Because of this, the medicinal product tends to be cleaner and purer than recreational marijuana.
2. What Do Providers Use It For?
Healthcare providers commonly use it to treat health issues related to:
- Muscle spasm
- Nausea associated with chemotherapy
Healthcare providers also prescribe it to people with:
3. What Are the Side Effects?
Research shows the side effects of medical marijuana use are minimal when it is taken in low doses. These effects include:
When used in higher doses, side effects may include:
- Psychoactive effects
- Mood changes
Parents have raised concerns about the use of cannabis in adolescents because their brains and neurological systems are still developing. Thereby increasing the:
- Risk of side effects
- Onset of schizophrenia
- Loss of IQ
4. Is It Legal?
It depends on the state. Because the Federal Drug Administration (FDA) classifies it as a Schedule I substance, it is illegal at the Federal level. Still, a majority of states have fully legalized or medically legalized it.
Laws are consistently changing around the legalization of medical marijuana. Each state has its own restrictions. In most states where medicinal marijuana is legal, the state issues a card or license to those who have:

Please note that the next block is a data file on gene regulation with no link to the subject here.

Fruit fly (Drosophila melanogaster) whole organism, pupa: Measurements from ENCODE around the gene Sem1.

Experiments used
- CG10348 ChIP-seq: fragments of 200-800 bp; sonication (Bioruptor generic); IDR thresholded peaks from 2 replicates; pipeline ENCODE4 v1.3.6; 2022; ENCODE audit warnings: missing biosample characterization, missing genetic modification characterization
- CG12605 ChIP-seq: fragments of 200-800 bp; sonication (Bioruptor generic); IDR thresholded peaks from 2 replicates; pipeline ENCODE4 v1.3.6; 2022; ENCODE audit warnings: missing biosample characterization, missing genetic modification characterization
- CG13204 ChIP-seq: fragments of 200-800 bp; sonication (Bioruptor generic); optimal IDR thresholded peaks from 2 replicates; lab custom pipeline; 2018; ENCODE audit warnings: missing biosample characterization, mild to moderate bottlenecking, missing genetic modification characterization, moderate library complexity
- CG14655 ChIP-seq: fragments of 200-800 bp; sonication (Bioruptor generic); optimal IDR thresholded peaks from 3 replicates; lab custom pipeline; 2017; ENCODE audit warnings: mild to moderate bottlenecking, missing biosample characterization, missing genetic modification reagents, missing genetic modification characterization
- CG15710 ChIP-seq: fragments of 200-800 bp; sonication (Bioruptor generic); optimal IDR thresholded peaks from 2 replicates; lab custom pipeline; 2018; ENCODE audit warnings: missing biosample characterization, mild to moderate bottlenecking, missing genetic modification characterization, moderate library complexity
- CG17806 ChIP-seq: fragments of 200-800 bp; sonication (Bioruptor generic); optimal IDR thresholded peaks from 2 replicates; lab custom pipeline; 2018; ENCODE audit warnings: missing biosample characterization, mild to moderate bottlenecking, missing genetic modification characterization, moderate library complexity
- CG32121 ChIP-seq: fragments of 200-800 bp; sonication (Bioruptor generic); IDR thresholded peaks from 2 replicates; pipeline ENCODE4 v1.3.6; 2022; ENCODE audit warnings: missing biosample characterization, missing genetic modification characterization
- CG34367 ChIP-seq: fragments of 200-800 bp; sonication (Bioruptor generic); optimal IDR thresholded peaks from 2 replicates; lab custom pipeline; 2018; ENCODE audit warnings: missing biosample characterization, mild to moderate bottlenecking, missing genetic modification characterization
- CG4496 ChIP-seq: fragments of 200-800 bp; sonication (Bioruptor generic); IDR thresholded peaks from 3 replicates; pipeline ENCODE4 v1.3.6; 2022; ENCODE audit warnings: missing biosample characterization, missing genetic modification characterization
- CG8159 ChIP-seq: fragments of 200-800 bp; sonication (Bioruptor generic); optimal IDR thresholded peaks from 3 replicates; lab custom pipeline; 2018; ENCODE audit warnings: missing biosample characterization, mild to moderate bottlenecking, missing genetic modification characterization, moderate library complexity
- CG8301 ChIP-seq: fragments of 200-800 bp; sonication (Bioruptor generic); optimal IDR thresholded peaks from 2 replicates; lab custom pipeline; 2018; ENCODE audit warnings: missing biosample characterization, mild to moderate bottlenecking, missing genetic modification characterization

- An authorization
- Medical recommendation
So, what is the difference between the terms “Fully Legalized” and “Medically Legalized?”
In states where marijuana is fully legalized, it can be used for both personal and medical reasons. However, it can only be legally obtained and used for medicinal reasons in states where it is medically legalized.
5. Will You Report Me?
No. The belief that doctors can report cannabis use to law enforcement is a myth for the most part. If the state law says it is fully legalized and decriminalized, there is nothing for us to report.
Suppose you live in a state like Florida, where you can use cannabis for medical purposes when prescribed by a doctor for a qualifying condition. In that case, your doctor has no reason to report you, especially if they were the one who prescribed its use.